Low Emission Vehicles Update – Part I
December 2020 to January 2021 was a busy period for the electric vehicle (EV) sector. The following are the major sector headlines for December. January will be covered in Part II of this update.
- The Electricity and Gas (Internal Markets) (No.2) Regulations 2020 were published along with an explanatory memorandum. The Regulations came into force on 31 December 2020 and place prohibitions on District Network Operators, owning or operating EV chargepoints, to encourage market competition.
- The Welsh government published its strategy to achieve a substantial increase in the number of EV chargepoints in Wales. Stemming from a vision that by 2025 all users of electric cars and vans in Wales will be confident that they can access EV charging infrastructure when and where they need it, the proposed £30m investment will be utilised over five years to help accelerate this market. A consultation on the strategy has also been launched as part of the Welsh government’s ongoing efforts to support the transition to low emission vehicles. Over the next decade, the strategy identifies the need for between 30,000 and 50,000 fast chargers and 2,000 to 3,500 rapid/ultra-rapid chargers.
- It was announced that Nottinghamshire Country Council’s fleet management service, Via East Midlands, will partner with energy storage company Cheesecake Energy Ltd (CEL) to pilot chargepoints for a new fleet of electric buses. The trial will be funded by Innovate UK. CEL has said that the chargepoints will be used to store excess energy as well as power the Council’s buses.
- GridServe, in partnership with Hitachi Capital (UK) PLC, announced the launch of the UK’s first net-zero EV leasing business, GridServe Electric Vehicle Solutions. The business was launched in tandem with the opening of the UK’s first all-electric car charging forecourt in Braintree, Essex. The forecourt will use energy derived from a subsidy-free solar farm at Clayhill in Bedfordshire. GridServe intends to open more than 100 electric forecourts over the next 5 years. Charging at the forecourts will be included in GridServe’s monthly vehicle lease payments.
- The Department for Transport announced the launch of green number plates for zero emissions vehicles on 8 December 2020. Transport Minister, Rachel Maclean, added that the move underlined the government’s commitment to tackling poor air quality in the UK’s towns and cities and builds on the government’s previous announcement to end the sale of new petrol and diesel cars and vans in the UK by 2030.
- Bolt announced the next phase of its plans to expedite the adoption of EVs in London through its ‘Zero Emission Transition’. The company confirmed that it is committing £250,000 to improve EV infrastructure in the city and is partnering with Splend to offer EV packages to those considering the transition, including a brand new EV insurance, servicing and maintenance solution. The company is also set to partner with Ubitricity to bring more chargepoints to streets and will work with councils to speed up the installation of further public chargepoints.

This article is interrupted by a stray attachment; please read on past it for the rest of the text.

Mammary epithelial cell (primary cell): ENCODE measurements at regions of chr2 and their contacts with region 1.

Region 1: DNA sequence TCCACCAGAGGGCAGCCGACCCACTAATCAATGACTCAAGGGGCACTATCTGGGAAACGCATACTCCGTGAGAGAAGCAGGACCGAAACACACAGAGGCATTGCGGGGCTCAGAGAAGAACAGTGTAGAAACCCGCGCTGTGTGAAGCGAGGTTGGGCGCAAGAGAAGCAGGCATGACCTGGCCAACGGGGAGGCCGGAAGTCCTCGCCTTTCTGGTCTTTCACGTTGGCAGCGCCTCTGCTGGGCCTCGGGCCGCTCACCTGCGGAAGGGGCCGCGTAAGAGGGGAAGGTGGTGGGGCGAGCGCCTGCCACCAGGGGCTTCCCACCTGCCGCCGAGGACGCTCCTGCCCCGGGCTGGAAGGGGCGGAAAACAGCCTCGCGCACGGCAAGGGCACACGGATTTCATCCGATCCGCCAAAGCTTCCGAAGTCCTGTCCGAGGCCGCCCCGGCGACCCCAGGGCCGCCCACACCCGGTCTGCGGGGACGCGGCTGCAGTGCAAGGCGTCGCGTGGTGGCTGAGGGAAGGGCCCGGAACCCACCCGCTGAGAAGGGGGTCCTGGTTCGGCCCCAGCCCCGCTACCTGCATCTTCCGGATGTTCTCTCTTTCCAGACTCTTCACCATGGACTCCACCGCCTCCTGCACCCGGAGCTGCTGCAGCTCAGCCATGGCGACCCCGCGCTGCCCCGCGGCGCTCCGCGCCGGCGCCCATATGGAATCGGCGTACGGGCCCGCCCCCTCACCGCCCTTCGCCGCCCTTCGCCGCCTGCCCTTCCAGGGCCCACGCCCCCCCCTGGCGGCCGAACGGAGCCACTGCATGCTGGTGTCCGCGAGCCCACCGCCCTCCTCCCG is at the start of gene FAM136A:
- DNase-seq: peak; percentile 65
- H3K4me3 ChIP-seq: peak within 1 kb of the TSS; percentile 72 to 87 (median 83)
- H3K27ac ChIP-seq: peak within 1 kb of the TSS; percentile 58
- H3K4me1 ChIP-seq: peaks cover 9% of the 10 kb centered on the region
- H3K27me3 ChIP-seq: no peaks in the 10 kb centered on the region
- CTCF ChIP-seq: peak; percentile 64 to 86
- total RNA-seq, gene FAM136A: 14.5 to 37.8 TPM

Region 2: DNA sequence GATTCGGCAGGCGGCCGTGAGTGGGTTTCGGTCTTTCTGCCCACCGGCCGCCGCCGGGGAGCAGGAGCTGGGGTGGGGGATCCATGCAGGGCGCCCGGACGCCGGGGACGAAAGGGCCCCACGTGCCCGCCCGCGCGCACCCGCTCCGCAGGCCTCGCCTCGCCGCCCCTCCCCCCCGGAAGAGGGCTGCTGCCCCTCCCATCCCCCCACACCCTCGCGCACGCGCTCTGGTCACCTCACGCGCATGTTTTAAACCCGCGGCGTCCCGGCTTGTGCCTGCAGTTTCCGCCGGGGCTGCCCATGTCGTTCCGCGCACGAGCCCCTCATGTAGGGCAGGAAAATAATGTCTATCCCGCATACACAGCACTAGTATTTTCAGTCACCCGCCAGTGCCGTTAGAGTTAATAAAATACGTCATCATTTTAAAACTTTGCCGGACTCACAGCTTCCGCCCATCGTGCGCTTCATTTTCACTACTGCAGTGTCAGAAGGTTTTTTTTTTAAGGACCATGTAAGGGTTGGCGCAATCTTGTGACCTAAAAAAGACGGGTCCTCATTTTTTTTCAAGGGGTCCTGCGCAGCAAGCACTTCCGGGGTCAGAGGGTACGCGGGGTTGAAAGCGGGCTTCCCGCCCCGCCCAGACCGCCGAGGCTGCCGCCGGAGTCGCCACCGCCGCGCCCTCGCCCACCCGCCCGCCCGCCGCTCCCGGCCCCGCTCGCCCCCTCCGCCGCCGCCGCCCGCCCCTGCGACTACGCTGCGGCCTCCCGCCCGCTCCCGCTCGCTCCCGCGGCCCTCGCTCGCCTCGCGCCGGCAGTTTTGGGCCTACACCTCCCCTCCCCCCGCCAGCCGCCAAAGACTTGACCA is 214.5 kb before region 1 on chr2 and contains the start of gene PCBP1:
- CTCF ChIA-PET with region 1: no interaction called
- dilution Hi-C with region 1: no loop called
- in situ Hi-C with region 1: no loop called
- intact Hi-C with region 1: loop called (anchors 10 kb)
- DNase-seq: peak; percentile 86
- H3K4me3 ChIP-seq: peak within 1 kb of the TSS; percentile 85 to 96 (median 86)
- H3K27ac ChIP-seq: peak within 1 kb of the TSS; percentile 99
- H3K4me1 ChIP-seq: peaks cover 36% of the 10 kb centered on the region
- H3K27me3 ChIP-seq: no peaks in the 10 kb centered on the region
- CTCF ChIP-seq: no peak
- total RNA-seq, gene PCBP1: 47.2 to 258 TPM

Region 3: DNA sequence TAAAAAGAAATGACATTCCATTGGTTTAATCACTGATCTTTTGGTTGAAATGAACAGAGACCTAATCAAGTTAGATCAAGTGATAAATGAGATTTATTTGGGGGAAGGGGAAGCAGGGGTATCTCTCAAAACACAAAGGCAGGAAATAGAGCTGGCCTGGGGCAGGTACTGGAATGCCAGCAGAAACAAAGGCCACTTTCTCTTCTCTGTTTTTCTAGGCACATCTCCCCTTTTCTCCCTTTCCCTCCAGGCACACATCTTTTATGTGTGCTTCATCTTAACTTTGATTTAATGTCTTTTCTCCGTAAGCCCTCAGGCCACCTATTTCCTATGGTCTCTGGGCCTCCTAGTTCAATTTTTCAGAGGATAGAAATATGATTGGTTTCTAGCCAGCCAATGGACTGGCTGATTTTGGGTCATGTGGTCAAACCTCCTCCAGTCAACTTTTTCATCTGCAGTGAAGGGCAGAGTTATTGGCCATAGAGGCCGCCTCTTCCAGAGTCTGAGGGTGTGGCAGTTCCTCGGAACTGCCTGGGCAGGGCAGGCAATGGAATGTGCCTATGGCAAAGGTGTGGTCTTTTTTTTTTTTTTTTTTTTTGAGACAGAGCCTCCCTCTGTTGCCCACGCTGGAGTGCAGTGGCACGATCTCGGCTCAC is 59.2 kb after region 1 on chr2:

- Irish electric charging network provider EasyGo announced that it would be installing rapid charging units at 180 phone boxes across the country, in partnership with Irish telecoms company, Eir. The new charging units, provided by Australian company Tritium, will join EasyGo’s existing network of 1,200 chargepoints in the Republic of Ireland.
- Alfen announced that it had signed a 3 year framework agreement to supply EV chargers for British Gas’ business and employees as well for Centrica’s premises. Centrica will also offer Alfen’s chargers to its commercial customers who are planning to electrify their fleets. Furthermore, Alfen offer ‘Smart Charging Network’ and ‘Active Load Balancing’ solutions which can optimise local grid capacity, allowing British Gas, Centrica and its customers to connect up to 100 chargepoints in a single installation and balance the available power across all vehicles charging, thus maximising charging speed and avoiding overloading of the local electricity supply.
- EDF announced the launch of its cheapest EV tariff yet. In light of the government’s announcement of a ban on all petrol and diesel cars by 2030, EDF’s “GoElectric” tariff offers a rate of just 4.5p/kWh. According to EDF, this would charge a standard 40kW battery for £1.80.
- The Climate Change Committee (CCC) released its Sixth Carbon Budget and accompanying policy report. The CCC recommended an ambitious target of a 78% reduction in emissions relative to 1990, which is a 63% reduction from 2019. The “scale up” transition from 2020 to 2030 makes EVs and charging technology a central part of building supply chains and new markets for low carbon consumers. Full summary in our blog article.
- BP Pulse (formerly BP Chargemaster) signed a Memorandum of Understanding with FreeWire Technologies to deploy its ‘Boost Charger’ within its UK operations. The Boost Charger deploys battery-integrated charging which removes the need for reliance on high-power grid connection by connecting to the existing low-voltage grid connections.
The content of this page is a summary of the law in force at the date of publication and is not exhaustive, nor does it contain definitive advice. Specialist legal advice should be sought in relation to any queries that may arise.
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